Latest articles


Pulses. More than a break crop in your canola rotation

Tours and events this summer will help you check which pulse crops can diversify your farm’s rotation

Rob Stone says red lentils “drive the bus” on his farm at Davidson, Sask. Granted, he says canola does quite a bit of driving too. But the point is this: his pulse crop is so much more than just a break crop for canola. Stone seeds about one-third of his land to lentils, on average. […] Read more


New Saskatchewan study compares soybeans to peas, lentils

Jing Xie et al. at the University of Saskatchewan recently published results from a study comparing soybeans, peas and lentils for their nutrient benefit for following crops.* The small-plot study was repeated at four Saskatchewan locations: Scott (dark brown), Saskatoon (dark brown), Rosthern (black) and Yorkton (black). At each site, three cultivars each of short-season […] Read more



Giving crop roots a boost

Researchers can now identify the microscopic organisms on which roots depend, and are discovering ways to make their relationships even more effective

For as long as plants have been growing on land, their roots have shared a symbiotic relationship with microbes in the soil. Arbuscules — the microscopic nutrient-gathering hairs of mycorrihizae — have been found connected to 400-million-year-old plant root fossils from the Rhynie chert in Scotland. A paper by Winfried Remy et al, published in […] Read more


Species-specific crop protection

RNA interference provides a new method of pest control, using tools so precise they hit only the target insect or disease

“We like to call sclerotinia the bully,” says Mark Belmonte. And stopping a bully is not easy. The pathogen attacks fast, it moves quickly through the plant and it can do heavy yield damage right away. “Because it acts with brute force and involves multiple genes, sclerotinia is difficult to study and get a good […] Read more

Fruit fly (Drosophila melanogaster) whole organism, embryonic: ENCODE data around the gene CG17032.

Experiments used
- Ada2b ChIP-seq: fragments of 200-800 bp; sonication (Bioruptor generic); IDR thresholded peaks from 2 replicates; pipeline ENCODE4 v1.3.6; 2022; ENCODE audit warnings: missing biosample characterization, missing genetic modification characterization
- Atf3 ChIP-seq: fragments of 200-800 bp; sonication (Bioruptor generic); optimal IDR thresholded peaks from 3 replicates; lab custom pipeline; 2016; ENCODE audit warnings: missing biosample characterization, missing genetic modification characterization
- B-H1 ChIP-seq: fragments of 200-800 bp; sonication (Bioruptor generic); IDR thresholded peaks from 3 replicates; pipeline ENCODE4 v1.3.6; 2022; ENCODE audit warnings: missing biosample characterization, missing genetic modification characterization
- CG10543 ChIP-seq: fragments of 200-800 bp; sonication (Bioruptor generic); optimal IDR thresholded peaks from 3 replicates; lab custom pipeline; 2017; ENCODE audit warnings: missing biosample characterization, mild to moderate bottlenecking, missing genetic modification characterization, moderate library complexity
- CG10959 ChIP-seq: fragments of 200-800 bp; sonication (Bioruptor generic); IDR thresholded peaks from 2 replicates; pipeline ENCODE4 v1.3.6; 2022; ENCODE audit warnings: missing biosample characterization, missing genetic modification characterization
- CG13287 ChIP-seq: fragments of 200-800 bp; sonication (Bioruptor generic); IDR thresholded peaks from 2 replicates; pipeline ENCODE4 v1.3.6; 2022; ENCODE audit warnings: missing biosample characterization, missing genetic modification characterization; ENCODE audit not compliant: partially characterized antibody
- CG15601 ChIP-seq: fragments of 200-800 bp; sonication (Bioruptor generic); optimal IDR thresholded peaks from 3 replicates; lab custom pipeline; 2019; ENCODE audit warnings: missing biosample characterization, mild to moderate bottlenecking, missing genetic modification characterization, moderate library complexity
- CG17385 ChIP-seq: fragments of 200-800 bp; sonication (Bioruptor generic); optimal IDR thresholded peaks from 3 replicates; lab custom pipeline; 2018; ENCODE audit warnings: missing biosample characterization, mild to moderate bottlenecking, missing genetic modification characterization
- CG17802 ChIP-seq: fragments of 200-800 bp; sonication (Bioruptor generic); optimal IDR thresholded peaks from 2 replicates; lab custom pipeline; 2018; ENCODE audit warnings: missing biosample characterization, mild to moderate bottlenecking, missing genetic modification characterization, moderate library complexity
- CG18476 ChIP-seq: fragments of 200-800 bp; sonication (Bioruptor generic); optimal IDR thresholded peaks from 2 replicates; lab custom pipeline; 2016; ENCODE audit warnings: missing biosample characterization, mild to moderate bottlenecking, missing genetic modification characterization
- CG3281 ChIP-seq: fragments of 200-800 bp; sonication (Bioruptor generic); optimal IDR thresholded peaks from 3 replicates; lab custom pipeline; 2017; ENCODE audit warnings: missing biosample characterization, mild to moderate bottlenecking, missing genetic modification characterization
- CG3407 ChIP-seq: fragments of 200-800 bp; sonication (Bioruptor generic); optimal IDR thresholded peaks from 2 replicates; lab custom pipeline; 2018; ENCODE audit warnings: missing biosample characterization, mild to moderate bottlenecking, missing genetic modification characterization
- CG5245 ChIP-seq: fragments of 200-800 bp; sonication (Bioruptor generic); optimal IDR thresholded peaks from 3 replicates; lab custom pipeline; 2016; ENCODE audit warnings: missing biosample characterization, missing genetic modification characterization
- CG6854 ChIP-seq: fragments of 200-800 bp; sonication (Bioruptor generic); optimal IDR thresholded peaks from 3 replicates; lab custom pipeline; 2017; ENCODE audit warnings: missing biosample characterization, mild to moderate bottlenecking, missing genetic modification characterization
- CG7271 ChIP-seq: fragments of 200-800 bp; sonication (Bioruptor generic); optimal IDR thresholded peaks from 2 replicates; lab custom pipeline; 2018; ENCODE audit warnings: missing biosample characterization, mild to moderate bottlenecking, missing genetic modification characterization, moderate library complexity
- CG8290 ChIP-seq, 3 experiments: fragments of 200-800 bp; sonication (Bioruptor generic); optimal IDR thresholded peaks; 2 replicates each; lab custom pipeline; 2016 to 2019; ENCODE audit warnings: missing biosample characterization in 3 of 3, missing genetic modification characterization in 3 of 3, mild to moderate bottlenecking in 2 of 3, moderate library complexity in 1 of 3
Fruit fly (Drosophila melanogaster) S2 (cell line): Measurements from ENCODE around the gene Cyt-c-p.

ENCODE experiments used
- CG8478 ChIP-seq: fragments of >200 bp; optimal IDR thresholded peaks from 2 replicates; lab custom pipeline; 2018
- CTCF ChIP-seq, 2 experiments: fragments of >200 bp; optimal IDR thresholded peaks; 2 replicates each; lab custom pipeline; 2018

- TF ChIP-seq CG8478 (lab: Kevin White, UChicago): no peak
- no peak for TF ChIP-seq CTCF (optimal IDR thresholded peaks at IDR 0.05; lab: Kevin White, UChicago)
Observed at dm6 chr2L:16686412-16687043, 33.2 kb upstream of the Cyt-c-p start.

Why China needs canola imports

China has been growing rapeseed for millennia and has seen a rapid increase in productivity over the past 50 years. Even so, production can’t meet demand

Brassica rapa plants have contributed to Chinese cuisine for millennia. “The Book of Songs”, an ancient collection of Chinese poetry, includes one 3,000-year-old poem, Gu Feng, which specifically mentions the plant. In this English translation, Brassica rapa is called “mustard plant.” Gently blows the east wind, With cloudy skies and with rain. Husband and wife […] Read more


Do you know how your aeration fan blows?

Understanding different fan types, and the difference between moving air versus moving water, will help you keep those ever-larger bins of canola in top condition

To cool a bin of canola, the aeration fan needs to move 0.1 to 0.2 cubic feet of air per bushel per minute. To remove moisture, airflow should be about 10 times that. Does your fan achieve those rates? How do you know? A five-horsepower axial fan can blow more air per minute than a […] Read more



Dealing with a flush of clubs

Clubroot specialists across the Prairies are sharing how to slow the disease’s spread, and how to keep it down when it does arrive

It turns out 200 kilometres of forest is not an impenetrable barrier for clubroot. Canola growers in the Peace River region had crossed their fingers, but knew deep down it couldn’t hold. “Most growers knew we weren’t living in a bubble up here,” says Gregory Sekulic, Canola Council of Canada agronomy specialist for the region. […] Read more


clubroot in canola

Six management steps to help prevent clubroot

The first step in managing clubroot is to minimize the chance of introducing clubroot to the farm in the first place. Make sure equipment and vehicles entering fields are clean. All people entering a field should have disinfected rubber boots or wear disposable booties over their footwear. All seed (not just canola) should be cleaned […] Read more



Turn up the heat on aeration fans when drying canola

Some growers grappling with a late harvest and high-moisture crops in 2016 added supplemental heaters to their aeration fans. This grower’s experience may inspire an upgrade to aeration setups for 2017

Things were a little off with Harvest 2016 and Chad Bown was desperate. The farmer from Ranfurly, Alta., was combining 14 per cent moisture canola in late November after a month or more of snow delays. Delivery locations were full, so on-farm storage was his only option. But aeration fans blowing cool air could not […] Read more


A giant leap for soil kind

Soil-health advocates like Jocelyn Velestuk look forward to new technology to help make better decisions to improve both soil health and whole-farm profitability

Jocelyn Velestuk did a lot of spitting the first time she met her future father-in-law. It made a lasting impression. As she describes it, Velestuk and her then fiancé and his father were touring around the farm she would soon marry into. Being a soil scientist, Velestuk scooped up handfuls of topsoil here and there, […] Read more